Ratings Key



★★★★
= Excellent. The best the genre has to offer.
★★★
1/2 = Very Good. Perhaps not "perfect," but undoubtedly a must-see.
★★★ = Good. Accomplishes what it sets out to do and does it well.
★★1/2 = Fair. Clearly flawed and nothing spectacular, but competently made. OK entertainment.
★★ = Mediocre. Either highly uneven or by-the-numbers and uninspired.
1/2 = Bad. Very little to recommend.
= Very Bad. An absolute chore to sit through.
NO STARS! = Abysmal. Unwatchable dreck that isn't even bad-movie amusing.
SBIG = So Bad It's Good. Technically awful movies with massive entertainment value.

Monday, October 14, 2013

Voodoo Dolls (1990)

... aka: School, The

Directed by:
Andrée Pelletier

How's this for a frightful proposition: a Canadian cheapie directed by one of the victims from NAKED MASSACRE (1976), co-written by the director of the bad movie classic Invasion of the Blood Farmers (1972) and produced by the same guy who backed NIGHT OF THE DRIBBLER (1990), an insufferable slasher spoof so bad it went unreleased for nearly 20 years. Yikes. Filmed entirely at College St-Laurent in Quebec, Canada, this very low-budget effort didn't receive much of a release in the U.S. (the VHS I watched was on the obscure Astral video label). In the black-and-white prologue set in 1951 at the Hanley School for Girls in Louisiana, troubled young student Lisa King (Flavia Carrozzi) stumbles upon the object of her desire in bed with not one but two different ladies. Enraged, she grabs a knife and proceeds to slash them all to death in bed. Cut to current day as pretty, shy new transfer student Vanessa Forbes (Grace Phillips), who's just lost her father, arrives from Beverly Hills with her snobby mother to enroll in the same school's drama program. The hunky, skirt-chasing dean, Matthew Hanley (Howard Balaban), promptly tells them a little about the history of the place: something about the school being built upon supposedly cursed land where no crops would ever grow. Nevertheless, Vanessa decides this is the school for her.






As soon as our heroine settles into her room, things begin to move around all on their own, which is blamed on the floors being uneven. She's befriended by the outspoken Ingrid (Nathalie Gauthier) and "quirky" closet lesbian Rickie (Beth Lachance) and meets her roommate; loud, obnoxious party girl Laura (Maria Stanton), who tells her the blood-soaked history of the school and brands the dean a pervert; claiming he tries to get into all of the students' pants (and yet, she still wants to be his newest conquest). Lots of extremely strange things soon begin happening. Vanessa starts having visions; the murderess Lisa (who committed suicide shortly after the original murders) standing in the hallway holding a red ball, worms on her dinner plate, etc. And she's not the only one who seems to be affected by the school. Drama teacher Miss Sayers (Nicole Jacqueline) stumbles upon a play written by Lisa in the school's basement and seems to become possessed. She insists the students put on this play - which is re-titled and said to be anonymously written at the dean's request - instead of the planned Twelfth Night.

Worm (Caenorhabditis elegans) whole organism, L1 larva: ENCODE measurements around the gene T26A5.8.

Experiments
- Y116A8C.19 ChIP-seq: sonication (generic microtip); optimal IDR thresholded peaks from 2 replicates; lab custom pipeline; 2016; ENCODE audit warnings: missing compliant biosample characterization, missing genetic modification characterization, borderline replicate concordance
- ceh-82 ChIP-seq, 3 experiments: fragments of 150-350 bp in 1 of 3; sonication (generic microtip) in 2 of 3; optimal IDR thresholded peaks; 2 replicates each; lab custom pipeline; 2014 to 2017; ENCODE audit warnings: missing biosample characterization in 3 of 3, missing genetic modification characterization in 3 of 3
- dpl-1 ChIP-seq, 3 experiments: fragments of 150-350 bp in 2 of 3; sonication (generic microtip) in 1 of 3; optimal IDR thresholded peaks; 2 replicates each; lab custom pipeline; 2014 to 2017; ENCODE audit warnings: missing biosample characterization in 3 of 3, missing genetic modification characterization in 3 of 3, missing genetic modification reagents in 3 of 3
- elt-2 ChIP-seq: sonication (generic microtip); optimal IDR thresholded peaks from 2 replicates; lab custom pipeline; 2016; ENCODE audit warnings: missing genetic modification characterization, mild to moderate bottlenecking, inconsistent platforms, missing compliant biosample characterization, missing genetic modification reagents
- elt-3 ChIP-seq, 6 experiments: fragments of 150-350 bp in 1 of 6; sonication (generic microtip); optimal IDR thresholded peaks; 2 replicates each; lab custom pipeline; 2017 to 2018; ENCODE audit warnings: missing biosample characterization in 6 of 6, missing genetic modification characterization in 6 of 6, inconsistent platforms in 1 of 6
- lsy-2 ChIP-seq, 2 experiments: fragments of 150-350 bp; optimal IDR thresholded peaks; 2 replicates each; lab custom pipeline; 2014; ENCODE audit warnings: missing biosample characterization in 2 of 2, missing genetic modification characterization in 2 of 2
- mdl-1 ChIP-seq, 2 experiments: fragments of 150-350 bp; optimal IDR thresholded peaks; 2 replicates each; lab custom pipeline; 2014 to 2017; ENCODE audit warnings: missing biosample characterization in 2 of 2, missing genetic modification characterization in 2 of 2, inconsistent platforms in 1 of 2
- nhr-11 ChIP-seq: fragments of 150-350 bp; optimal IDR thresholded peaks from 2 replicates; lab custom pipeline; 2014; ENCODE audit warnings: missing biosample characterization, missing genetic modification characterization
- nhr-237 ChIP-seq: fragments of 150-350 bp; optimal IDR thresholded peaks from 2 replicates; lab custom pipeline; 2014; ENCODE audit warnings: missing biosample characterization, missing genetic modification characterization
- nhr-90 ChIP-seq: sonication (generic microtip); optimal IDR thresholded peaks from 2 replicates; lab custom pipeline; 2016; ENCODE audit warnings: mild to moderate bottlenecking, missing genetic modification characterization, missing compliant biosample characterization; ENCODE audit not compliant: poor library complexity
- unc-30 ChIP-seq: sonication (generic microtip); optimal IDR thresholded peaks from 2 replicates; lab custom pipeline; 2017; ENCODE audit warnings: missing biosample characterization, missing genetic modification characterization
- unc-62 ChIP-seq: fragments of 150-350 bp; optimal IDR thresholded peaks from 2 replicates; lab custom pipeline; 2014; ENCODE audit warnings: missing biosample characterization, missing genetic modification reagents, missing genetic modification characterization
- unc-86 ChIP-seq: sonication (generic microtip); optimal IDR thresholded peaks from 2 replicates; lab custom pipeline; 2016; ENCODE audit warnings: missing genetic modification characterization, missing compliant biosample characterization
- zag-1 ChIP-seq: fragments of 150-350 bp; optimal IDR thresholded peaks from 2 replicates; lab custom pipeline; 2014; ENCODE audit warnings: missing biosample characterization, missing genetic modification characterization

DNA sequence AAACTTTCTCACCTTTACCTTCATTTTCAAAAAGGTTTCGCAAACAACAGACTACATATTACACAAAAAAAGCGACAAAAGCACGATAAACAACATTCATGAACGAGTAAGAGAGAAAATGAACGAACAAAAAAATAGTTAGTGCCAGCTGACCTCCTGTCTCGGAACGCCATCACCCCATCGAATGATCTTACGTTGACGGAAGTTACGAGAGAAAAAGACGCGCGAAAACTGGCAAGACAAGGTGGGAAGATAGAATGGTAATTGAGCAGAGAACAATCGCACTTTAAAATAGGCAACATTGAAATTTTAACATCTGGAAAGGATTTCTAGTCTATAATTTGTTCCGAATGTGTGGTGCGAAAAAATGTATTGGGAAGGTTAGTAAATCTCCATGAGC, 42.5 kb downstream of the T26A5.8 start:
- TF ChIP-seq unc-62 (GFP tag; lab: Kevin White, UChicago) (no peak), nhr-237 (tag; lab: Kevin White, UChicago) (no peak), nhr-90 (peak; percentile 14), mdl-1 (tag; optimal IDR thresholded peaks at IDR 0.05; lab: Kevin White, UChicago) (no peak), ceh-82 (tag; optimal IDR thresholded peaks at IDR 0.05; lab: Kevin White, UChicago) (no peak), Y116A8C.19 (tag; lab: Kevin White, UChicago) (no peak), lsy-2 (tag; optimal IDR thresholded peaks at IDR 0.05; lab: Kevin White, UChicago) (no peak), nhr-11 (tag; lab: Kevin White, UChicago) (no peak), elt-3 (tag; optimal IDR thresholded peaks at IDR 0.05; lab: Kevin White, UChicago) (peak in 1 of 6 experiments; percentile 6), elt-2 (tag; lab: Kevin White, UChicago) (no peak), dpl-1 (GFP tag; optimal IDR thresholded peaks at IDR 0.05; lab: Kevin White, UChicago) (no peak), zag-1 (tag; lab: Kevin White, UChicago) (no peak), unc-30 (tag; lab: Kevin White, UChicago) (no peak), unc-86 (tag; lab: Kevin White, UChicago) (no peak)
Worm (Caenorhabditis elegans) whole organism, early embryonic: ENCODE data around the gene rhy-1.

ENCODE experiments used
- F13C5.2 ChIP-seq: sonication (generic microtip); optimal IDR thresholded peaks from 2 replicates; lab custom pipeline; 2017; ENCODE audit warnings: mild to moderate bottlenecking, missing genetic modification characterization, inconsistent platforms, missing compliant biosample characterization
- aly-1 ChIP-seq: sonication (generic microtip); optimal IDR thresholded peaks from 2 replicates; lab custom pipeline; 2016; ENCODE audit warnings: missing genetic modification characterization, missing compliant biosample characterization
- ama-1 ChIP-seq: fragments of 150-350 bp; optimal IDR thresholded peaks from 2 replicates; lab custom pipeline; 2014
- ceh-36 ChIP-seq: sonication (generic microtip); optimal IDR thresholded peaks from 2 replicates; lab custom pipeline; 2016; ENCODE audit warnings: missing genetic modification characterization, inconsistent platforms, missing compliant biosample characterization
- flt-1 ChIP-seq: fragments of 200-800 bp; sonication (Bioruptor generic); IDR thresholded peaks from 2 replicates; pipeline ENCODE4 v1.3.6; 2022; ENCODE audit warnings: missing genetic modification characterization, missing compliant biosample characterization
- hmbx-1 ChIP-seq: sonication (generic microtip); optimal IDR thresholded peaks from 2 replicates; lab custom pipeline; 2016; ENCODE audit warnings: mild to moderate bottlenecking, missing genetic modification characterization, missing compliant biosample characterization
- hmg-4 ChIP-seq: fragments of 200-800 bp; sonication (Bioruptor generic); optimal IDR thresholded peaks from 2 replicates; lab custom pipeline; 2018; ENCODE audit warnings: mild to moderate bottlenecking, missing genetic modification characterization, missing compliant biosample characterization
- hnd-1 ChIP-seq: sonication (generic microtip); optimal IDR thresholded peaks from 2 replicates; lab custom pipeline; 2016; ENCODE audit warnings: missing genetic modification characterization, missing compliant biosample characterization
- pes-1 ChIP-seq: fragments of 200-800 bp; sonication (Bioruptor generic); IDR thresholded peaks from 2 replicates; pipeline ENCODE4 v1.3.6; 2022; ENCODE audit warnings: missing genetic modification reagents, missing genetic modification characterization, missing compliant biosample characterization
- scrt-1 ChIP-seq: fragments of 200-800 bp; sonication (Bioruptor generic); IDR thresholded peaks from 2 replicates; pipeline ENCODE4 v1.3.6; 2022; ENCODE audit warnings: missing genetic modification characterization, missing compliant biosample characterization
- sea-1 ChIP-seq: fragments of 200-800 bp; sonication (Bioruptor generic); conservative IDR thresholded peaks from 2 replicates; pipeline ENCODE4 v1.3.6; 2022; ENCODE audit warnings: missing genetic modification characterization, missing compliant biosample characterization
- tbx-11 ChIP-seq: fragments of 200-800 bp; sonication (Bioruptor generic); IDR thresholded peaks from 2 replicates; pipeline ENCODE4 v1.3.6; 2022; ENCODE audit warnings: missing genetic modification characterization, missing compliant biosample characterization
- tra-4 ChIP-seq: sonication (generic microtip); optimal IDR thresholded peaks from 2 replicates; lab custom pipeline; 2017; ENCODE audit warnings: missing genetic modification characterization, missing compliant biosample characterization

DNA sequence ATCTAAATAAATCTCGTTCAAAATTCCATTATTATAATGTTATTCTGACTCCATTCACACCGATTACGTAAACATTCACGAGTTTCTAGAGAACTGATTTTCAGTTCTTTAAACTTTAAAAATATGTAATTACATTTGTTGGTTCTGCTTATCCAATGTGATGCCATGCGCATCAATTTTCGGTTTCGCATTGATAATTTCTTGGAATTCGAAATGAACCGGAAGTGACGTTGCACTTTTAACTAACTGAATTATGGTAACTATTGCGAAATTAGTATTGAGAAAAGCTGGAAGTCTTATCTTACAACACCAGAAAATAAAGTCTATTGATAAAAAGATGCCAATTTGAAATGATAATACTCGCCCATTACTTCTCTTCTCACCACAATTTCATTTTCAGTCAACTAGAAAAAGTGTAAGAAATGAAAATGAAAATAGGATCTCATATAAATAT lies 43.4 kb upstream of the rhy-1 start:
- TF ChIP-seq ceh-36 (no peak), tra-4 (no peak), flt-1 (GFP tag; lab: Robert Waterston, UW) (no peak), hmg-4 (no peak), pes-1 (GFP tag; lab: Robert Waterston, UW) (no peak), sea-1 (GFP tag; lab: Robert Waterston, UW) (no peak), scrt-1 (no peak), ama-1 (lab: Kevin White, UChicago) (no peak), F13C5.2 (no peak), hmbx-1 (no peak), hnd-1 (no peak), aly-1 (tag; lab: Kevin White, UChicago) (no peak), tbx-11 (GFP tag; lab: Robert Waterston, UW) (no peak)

Holy convoluted storytelling, Batman! This thing's all over the freakin' place. There's a monotone black handyman (Graham Chambers) with a pet tarantula who is frequently seen in brief flashes painted up in white beating drums, dancing and chanting, a nosy cook (Jessica Dublin, later a Troma regular) lurking around acting weird and a retarded voyeur janitor (Daniel Varga) who sits around reading skin mags and watches girls in the locker room through a peephole while drooling all over the place before eventually wandering downstairs into the boiler room where he's eaten alive by a bunch of tiny reanimated voodoo dolls! The lesbian character slashes her wrists in the bathroom after being rejected by a female peer, mirrors crack all by themselves, zombies appear in the swimming pool, a shower sprays blood, a heart is removed during the WTF climactic voodoo ritual and the music score fluctuates between wholly inappropriate generic blues-rock and Caribbean-flavored island music to bell chimes.